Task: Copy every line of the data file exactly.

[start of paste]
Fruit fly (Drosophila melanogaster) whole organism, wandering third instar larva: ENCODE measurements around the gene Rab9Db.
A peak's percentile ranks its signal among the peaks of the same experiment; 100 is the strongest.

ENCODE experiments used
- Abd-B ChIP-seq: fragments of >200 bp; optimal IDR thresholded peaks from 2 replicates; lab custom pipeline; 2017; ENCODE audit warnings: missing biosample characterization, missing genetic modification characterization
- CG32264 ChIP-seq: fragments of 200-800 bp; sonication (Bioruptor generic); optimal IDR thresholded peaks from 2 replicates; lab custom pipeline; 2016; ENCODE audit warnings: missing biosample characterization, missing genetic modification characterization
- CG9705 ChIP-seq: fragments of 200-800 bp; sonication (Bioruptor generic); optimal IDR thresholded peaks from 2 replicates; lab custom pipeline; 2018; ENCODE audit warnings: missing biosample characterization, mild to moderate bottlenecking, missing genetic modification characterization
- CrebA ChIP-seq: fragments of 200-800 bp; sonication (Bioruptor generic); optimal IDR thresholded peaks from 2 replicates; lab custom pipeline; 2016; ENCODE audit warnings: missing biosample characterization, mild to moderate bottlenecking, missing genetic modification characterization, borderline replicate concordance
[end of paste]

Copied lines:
Fruit fly (Drosophila melanogaster) whole organism, wandering third instar larva: ENCODE measurements around the gene Rab9Db.
A peak's percentile ranks its signal among the peaks of the same experiment; 100 is the strongest.

ENCODE experiments used
- Abd-B ChIP-seq: fragments of >200 bp; optimal IDR thresholded peaks from 2 replicates; lab custom pipeline; 2017; ENCODE audit warnings: missing biosample characterization, missing genetic modification characterization
- CG32264 ChIP-seq: fragments of 200-800 bp; sonication (Bioruptor generic); optimal IDR thresholded peaks from 2 replicates; lab custom pipeline; 2016; ENCODE audit warnings: missing biosample characterization, missing genetic modification characterization
- CG9705 ChIP-seq: fragments of 200-800 bp; sonication (Bioruptor generic); optimal IDR thresholded peaks from 2 replicates; lab custom pipeline; 2018; ENCODE audit warnings: missing biosample characterization, mild to moderate bottlenecking, missing genetic modification characterization
- CrebA ChIP-seq: fragments of 200-800 bp; sonication (Bioruptor generic); optimal IDR thresholded peaks from 2 replicates; lab custom pipeline; 2016; ENCODE audit warnings: missing biosample characterization, mild to moderate bottlenecking, missing genetic modification characterization, borderline replicate concordance